Malikah is a US-based grassroots organization advocating against gender and hate-based violence through self-defense training, healing justice, economic empowerment, and community organizing. Malikah started as a self-defense class taught by founder, Rana Abdelhamid, at her local mosque in a working-class, Muslim immigrant community in Queens. Today, thousands of women around the globe participate in and contribute to Malikah’s vision of power, safety, and healing. Malikah utilizes a train-the-trainer methodology, where volunteers, many of whom are Muslim women, are trained by Malikah to host, lead, and facilitate events in their communities. Volunteers who participate in Malikah-organized train-the-trainer programs pay a program fee, which Malikah values at $8,000 USD, but to ensure access and affordability for all who want to participate, Malikah offers participants the option to pay on a sliding scale, anywhere from as little as $350 USD up to the full program cost; the decision on how much to pay is completely honor-based. Malikah also generates a small amount of revenue from annual membership fees ($25 USD), sales of branded merchandise, corporate training fees, and crowdfunded donations on its website.

Theory of Change

Training on self-defense, economic justice, and healing justice helps to empower women, promote safety, build community, and dismantle systems of oppression.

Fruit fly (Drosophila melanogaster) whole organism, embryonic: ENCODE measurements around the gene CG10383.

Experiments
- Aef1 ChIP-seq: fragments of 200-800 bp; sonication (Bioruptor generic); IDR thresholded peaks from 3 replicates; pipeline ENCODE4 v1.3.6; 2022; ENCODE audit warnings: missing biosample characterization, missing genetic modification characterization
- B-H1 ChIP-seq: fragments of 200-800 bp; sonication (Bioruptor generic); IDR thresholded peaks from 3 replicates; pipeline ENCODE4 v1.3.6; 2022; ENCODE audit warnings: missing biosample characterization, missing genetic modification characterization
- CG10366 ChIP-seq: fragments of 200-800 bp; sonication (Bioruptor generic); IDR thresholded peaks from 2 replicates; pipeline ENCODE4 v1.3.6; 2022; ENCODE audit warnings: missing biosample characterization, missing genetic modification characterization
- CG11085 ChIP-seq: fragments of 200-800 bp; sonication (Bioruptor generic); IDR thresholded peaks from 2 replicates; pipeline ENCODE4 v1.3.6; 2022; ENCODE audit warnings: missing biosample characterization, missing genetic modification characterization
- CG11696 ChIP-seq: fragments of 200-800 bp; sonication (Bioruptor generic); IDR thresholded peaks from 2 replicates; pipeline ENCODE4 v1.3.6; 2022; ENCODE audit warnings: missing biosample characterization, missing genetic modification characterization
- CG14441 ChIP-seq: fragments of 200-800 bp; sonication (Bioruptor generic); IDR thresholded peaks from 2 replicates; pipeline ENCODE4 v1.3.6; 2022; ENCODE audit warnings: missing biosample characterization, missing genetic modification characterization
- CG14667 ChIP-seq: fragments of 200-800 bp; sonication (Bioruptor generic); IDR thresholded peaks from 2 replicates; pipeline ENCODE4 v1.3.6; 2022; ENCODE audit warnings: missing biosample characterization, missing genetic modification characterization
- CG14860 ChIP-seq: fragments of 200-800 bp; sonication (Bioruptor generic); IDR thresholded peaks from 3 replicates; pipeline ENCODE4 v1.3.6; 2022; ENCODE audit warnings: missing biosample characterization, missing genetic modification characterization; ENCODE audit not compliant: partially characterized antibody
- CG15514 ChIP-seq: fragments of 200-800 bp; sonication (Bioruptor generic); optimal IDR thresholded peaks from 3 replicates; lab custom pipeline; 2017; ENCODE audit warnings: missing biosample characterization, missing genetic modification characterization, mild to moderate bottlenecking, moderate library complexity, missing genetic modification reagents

Malikah’s suite of trainings addresses a wide range of topics and issues related to women’s security and empowerment. Malikah’s self-defense training covers verbal de-escalation, physical de-escalation, and bystander intervention; the healing justice training addresses self care, breathing and visioning, and trauma-informed discussion; the anti-oppression training defines gender-based violence, reflects on power and privilege, and distinguishes between micro and macroaggresions; the organizing training introduces campaign strategy, types of change-making, and base building; and, finally, the economic justice/financial literacy training teaches budgeting, calculating income, and saving strategies. All trainings are taught by either Malikah staff or by Malikah-trained volunteers.  In addition to trainings, Malikah organizes and hosts programs focused on minority women groups. Through these programs, Malikah organizes community events, disseminates resources through social media and newsletters, and develops a network of concerned and engaged community members. One such program, Solidarity in Struggle: South Asians for Black Lives, aims to dismantle anti-Blackness and Indophobia through education and awareness. The Annual National Women’s Leadership Summit is another program that is a partnership with Harvard University in which Harvard students from multidisciplinary backgrounds organize and host a summit bringing together Muslim women from across the U.S. for training and organizing. In May 2023, Malikah opened the Malikah Center in Queens, New York, a first-of-its-kind space which serves as a physical hub for the organization’s programming. In addition to serving as an event hosting space, Malikah Centers aims to offer refuge for survivors of domestic violence and provide affordable housing for immigrant woman survivors.


Since 2010, Malikah facilitated over 800 workshops, training 20,000 women and girls in 34 cities across the globe. Malikah has worked with over 200 global, national and grassroots partners who have participated in events and supported the organization’s mission. Malikha’s self-defense starter kit, available on the web, has been accessed by over 1 million people. The Malikah Center in Queens is the first all-in-one community hub for Muslim women in New York City.